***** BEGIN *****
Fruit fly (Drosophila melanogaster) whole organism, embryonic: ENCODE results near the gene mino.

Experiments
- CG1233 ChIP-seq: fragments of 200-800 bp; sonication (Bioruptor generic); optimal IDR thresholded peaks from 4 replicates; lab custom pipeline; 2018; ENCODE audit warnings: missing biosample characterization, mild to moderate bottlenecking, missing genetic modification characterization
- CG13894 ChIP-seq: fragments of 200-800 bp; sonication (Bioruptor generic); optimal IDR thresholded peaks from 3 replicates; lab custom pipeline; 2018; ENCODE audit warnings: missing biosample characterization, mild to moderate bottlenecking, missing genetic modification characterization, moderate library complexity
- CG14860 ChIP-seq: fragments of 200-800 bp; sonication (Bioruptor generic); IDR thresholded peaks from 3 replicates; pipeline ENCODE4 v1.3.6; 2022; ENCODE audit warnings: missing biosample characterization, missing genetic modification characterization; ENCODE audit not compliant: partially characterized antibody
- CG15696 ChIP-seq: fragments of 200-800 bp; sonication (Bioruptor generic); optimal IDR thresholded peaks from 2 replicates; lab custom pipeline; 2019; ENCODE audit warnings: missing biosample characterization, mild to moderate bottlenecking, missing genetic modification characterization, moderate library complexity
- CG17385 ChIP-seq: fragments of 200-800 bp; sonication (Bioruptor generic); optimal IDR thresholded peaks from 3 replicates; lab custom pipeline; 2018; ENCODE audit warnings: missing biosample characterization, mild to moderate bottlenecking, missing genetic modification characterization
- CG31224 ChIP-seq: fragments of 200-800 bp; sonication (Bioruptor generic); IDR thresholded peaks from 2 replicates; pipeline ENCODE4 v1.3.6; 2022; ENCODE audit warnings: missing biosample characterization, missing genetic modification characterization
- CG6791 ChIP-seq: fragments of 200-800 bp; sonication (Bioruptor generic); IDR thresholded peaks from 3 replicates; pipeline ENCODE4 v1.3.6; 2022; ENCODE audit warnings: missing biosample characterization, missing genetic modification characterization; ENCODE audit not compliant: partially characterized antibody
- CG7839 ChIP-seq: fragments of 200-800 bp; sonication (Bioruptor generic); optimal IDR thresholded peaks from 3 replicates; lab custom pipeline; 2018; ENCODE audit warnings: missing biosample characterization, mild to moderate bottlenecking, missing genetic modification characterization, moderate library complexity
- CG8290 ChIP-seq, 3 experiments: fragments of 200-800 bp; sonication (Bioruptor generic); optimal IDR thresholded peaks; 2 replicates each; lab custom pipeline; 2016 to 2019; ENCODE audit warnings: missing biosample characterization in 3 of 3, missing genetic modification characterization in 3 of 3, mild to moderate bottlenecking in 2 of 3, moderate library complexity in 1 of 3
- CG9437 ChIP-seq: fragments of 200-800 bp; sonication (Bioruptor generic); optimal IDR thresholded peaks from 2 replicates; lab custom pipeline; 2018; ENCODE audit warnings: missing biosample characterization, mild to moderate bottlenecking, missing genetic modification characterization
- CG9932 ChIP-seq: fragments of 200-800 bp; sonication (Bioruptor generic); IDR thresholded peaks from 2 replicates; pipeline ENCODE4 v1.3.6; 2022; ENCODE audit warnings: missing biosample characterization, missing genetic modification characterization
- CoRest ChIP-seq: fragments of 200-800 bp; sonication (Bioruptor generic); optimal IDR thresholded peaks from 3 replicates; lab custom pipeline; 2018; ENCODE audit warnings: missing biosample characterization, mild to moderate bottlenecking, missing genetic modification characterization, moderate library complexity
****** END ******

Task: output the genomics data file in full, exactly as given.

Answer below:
Fruit fly (Drosophila melanogaster) whole organism, embryonic: ENCODE results near the gene mino.

Experiments
- CG1233 ChIP-seq: fragments of 200-800 bp; sonication (Bioruptor generic); optimal IDR thresholded peaks from 4 replicates; lab custom pipeline; 2018; ENCODE audit warnings: missing biosample characterization, mild to moderate bottlenecking, missing genetic modification characterization
- CG13894 ChIP-seq: fragments of 200-800 bp; sonication (Bioruptor generic); optimal IDR thresholded peaks from 3 replicates; lab custom pipeline; 2018; ENCODE audit warnings: missing biosample characterization, mild to moderate bottlenecking, missing genetic modification characterization, moderate library complexity
- CG14860 ChIP-seq: fragments of 200-800 bp; sonication (Bioruptor generic); IDR thresholded peaks from 3 replicates; pipeline ENCODE4 v1.3.6; 2022; ENCODE audit warnings: missing biosample characterization, missing genetic modification characterization; ENCODE audit not compliant: partially characterized antibody
- CG15696 ChIP-seq: fragments of 200-800 bp; sonication (Bioruptor generic); optimal IDR thresholded peaks from 2 replicates; lab custom pipeline; 2019; ENCODE audit warnings: missing biosample characterization, mild to moderate bottlenecking, missing genetic modification characterization, moderate library complexity
- CG17385 ChIP-seq: fragments of 200-800 bp; sonication (Bioruptor generic); optimal IDR thresholded peaks from 3 replicates; lab custom pipeline; 2018; ENCODE audit warnings: missing biosample characterization, mild to moderate bottlenecking, missing genetic modification characterization
- CG31224 ChIP-seq: fragments of 200-800 bp; sonication (Bioruptor generic); IDR thresholded peaks from 2 replicates; pipeline ENCODE4 v1.3.6; 2022; ENCODE audit warnings: missing biosample characterization, missing genetic modification characterization
- CG6791 ChIP-seq: fragments of 200-800 bp; sonication (Bioruptor generic); IDR thresholded peaks from 3 replicates; pipeline ENCODE4 v1.3.6; 2022; ENCODE audit warnings: missing biosample characterization, missing genetic modification characterization; ENCODE audit not compliant: partially characterized antibody
- CG7839 ChIP-seq: fragments of 200-800 bp; sonication (Bioruptor generic); optimal IDR thresholded peaks from 3 replicates; lab custom pipeline; 2018; ENCODE audit warnings: missing biosample characterization, mild to moderate bottlenecking, missing genetic modification characterization, moderate library complexity
- CG8290 ChIP-seq, 3 experiments: fragments of 200-800 bp; sonication (Bioruptor generic); optimal IDR thresholded peaks; 2 replicates each; lab custom pipeline; 2016 to 2019; ENCODE audit warnings: missing biosample characterization in 3 of 3, missing genetic modification characterization in 3 of 3, mild to moderate bottlenecking in 2 of 3, moderate library complexity in 1 of 3
- CG9437 ChIP-seq: fragments of 200-800 bp; sonication (Bioruptor generic); optimal IDR thresholded peaks from 2 replicates; lab custom pipeline; 2018; ENCODE audit warnings: missing biosample characterization, mild to moderate bottlenecking, missing genetic modification characterization
- CG9932 ChIP-seq: fragments of 200-800 bp; sonication (Bioruptor generic); IDR thresholded peaks from 2 replicates; pipeline ENCODE4 v1.3.6; 2022; ENCODE audit warnings: missing biosample characterization, missing genetic modification characterization
- CoRest ChIP-seq: fragments of 200-800 bp; sonication (Bioruptor generic); optimal IDR thresholded peaks from 3 replicates; lab custom pipeline; 2018; ENCODE audit warnings: missing biosample characterization, mild to moderate bottlenecking, missing genetic modification characterization, moderate library complexity